The debts were sold on because they had value because the people who actually owed the money were paying interest.

Lenders often sell off their mortgages, it’s quite common.

The problem with Citigroup is, it was doing so much of this it failed to identify bad debts.

They did at first but then the volumes became so high they couldn’t check them all.

Citigroup got greedy (what’s that? a greedy bank? Who would have thought…)

It turns out people did identify some of these bad debts but not only did Citigroup try to brush them under the carpet, they also asked some of their staff to falsify documents to make some of the bad debts look good!

The link above is all about one woman who refused to participate and who blew the whistle on the whole fiasco resulting in a large settlement being paid to the US Gov’ment and her in turn receiving $31 million dollars as a kind of reward.

The more I read, the more I got the feeling that Citigroup may have been hugely responsible for much of the aftermath of the financial crisis.

Here’s the link again:


The Greek Referendum

How many European leaders slapped their brows when they heard the news about the proposed referendum in Greece? I’d hazard a guess at ‘quite a few’.

Having spent ‘hours’ in meetings discussing the way forward for further bail-outs for Greece the Greek Prime Minister decided his public should vote on the matter.

Why? Can you imagine what would have happened here in the UK if the ConDems had allowed us to vote on the austerity measures?

More people would have voted than they did in the elections and there would probably have been a unanimous result of a resounding ‘no’ to cuts. After all, we are all so well informed we know what’s best for the country far better than any highly qualified economists, surely?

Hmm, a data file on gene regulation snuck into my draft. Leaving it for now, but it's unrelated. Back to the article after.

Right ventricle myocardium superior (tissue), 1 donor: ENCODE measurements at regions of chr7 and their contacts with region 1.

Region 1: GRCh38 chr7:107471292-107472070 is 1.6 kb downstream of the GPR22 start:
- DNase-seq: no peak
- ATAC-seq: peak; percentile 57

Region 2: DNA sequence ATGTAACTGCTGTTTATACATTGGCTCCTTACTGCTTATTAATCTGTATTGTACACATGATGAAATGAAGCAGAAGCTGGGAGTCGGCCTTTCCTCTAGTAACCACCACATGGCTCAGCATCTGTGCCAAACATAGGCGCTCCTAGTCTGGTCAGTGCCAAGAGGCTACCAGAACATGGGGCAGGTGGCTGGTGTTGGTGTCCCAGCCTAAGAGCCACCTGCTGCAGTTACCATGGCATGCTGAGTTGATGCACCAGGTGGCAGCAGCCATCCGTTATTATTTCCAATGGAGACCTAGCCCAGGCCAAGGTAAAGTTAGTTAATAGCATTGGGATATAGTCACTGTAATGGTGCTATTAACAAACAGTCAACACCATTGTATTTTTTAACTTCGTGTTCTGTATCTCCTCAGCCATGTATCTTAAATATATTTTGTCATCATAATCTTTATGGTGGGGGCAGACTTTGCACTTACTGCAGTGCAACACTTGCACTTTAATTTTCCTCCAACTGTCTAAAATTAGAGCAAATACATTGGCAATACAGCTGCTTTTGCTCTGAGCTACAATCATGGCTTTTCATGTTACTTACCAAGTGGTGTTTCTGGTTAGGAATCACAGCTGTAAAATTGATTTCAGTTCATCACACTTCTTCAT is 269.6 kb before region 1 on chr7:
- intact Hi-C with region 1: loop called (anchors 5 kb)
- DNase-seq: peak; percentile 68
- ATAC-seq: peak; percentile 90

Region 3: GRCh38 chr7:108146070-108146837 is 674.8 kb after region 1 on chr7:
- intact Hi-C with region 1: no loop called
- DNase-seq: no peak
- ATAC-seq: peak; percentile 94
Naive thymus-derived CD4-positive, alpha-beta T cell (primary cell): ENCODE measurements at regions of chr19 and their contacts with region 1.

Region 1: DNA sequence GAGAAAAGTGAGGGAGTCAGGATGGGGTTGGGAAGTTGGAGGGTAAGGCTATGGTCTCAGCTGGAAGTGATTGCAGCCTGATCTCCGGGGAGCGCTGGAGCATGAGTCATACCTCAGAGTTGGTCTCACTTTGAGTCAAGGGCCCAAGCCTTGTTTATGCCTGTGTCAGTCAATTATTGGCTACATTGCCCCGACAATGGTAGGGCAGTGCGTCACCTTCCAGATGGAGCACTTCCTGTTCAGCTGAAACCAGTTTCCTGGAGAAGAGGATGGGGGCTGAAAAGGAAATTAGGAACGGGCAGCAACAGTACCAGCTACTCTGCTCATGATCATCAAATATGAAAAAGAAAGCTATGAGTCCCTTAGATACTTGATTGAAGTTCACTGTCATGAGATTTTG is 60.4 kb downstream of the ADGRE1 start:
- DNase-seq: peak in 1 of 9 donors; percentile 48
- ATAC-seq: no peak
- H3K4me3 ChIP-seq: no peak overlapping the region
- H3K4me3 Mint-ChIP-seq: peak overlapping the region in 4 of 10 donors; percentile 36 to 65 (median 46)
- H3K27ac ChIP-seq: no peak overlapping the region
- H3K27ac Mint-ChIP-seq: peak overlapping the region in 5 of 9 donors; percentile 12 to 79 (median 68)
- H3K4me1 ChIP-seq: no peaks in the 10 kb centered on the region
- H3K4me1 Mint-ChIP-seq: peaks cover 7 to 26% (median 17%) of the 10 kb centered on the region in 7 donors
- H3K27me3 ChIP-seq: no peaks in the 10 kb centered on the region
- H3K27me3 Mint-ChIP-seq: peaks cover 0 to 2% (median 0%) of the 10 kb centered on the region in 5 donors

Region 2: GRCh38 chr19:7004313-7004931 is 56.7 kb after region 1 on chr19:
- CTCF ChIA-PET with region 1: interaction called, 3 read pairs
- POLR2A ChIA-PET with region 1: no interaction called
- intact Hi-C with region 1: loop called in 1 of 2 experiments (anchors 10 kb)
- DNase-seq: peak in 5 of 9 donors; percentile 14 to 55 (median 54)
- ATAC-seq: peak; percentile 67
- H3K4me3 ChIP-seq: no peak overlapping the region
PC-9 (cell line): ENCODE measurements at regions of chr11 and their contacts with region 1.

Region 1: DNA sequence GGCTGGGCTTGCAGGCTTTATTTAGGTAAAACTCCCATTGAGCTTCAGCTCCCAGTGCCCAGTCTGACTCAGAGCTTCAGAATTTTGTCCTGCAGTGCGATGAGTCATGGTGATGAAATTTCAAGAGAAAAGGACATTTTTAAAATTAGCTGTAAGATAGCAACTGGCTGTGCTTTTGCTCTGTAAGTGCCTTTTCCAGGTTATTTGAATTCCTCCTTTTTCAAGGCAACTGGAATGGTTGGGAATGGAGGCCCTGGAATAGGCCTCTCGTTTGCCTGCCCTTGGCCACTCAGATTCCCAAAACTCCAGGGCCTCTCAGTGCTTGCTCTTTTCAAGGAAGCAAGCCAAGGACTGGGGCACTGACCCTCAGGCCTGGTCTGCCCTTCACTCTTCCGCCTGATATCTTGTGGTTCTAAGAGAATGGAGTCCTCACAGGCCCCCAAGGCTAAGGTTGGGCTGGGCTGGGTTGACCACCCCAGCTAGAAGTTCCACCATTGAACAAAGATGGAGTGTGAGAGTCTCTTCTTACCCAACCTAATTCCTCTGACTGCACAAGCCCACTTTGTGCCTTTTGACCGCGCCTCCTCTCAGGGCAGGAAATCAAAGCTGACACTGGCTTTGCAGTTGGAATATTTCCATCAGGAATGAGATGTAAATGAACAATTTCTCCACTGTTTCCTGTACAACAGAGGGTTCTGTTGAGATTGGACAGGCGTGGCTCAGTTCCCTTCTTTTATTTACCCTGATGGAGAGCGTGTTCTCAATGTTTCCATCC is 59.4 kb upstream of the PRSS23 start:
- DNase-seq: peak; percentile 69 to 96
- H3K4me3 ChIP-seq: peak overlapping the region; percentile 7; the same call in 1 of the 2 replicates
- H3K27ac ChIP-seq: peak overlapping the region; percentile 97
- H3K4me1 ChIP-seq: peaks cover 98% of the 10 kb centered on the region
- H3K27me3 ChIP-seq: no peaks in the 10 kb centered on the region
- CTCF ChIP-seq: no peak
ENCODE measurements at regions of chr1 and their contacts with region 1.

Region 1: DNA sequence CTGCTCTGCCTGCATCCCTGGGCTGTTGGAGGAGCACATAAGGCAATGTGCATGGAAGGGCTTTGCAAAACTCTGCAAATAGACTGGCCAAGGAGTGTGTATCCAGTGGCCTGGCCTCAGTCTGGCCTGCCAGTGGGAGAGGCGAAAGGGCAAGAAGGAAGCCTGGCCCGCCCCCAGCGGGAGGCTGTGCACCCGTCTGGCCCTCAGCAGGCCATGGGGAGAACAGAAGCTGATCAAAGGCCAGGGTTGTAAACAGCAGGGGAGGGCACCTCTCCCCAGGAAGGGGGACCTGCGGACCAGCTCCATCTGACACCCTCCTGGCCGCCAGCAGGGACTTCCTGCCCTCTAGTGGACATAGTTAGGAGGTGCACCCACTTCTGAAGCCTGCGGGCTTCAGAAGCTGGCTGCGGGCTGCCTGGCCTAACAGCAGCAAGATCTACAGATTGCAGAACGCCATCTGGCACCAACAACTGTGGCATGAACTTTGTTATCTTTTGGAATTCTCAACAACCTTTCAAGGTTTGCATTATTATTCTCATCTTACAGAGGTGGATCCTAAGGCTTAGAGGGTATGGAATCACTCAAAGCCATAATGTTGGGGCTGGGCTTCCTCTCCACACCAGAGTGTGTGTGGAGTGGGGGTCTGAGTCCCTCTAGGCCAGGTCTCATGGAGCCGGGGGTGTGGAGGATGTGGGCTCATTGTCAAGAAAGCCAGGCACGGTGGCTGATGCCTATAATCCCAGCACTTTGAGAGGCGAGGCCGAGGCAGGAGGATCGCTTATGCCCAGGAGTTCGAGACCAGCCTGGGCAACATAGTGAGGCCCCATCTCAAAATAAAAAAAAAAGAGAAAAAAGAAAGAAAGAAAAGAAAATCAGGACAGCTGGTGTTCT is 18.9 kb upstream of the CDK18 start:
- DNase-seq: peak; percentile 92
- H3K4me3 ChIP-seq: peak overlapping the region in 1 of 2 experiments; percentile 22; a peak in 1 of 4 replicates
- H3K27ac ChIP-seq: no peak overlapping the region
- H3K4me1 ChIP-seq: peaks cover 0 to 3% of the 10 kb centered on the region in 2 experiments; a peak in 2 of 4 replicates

So when a country that is going to have to put in place some much tougher measures to avoid bankruptcy suggests the people should vote it’s hardly surprising the rest of the world puts its head in its hands and sighs.

A quote from an article on Interactive Investor puts it quite nicely: 

‘There is no pleasing some people. Not content with borrowing and spending his own country into economic oblivion, Greek Prime Minister George Papandreou single-handedly capsized global stockmarkets on Tuesday.

By giving the Greek people a referendum on the second tranche of bail-out funds from the eurozone, Papandreou has destabilised fragile investor optimism and placed a banana skin under the increasingly shaky domino his country has become’

The whole global debt crisis is no longer being understated as it was in 2009 when everyone was trying to pretend certain problems didn’t exist and global economies would return to prosperity in Q1 of, er, no wait, Q2..? Ah, Next year then…?

I recently received a hand-out at a meeting that showed Barclays Corporate base rate predictions sticking at 0.5% for at least another year.

I’ve also noticed forecasters downgrading their predictions for UK growth to a more pessimistic figure of about 0.3% so that when the news came out that growth was actually a staggering 0.5% the press could put a positive spin on the result – ‘UK Growth Higher then Predicted’!

Previously they’d have released optimistic figures only to be disappointed.

The threat of a ‘double dip’ recession is real but with growth so stagnant will it have much of an impact on consumer confidence that is already low (unless you sell iPads)?

Of course it could be avoided by swift action which is why Mr Papandreou’s decision is seen as a veritable spanner in the works.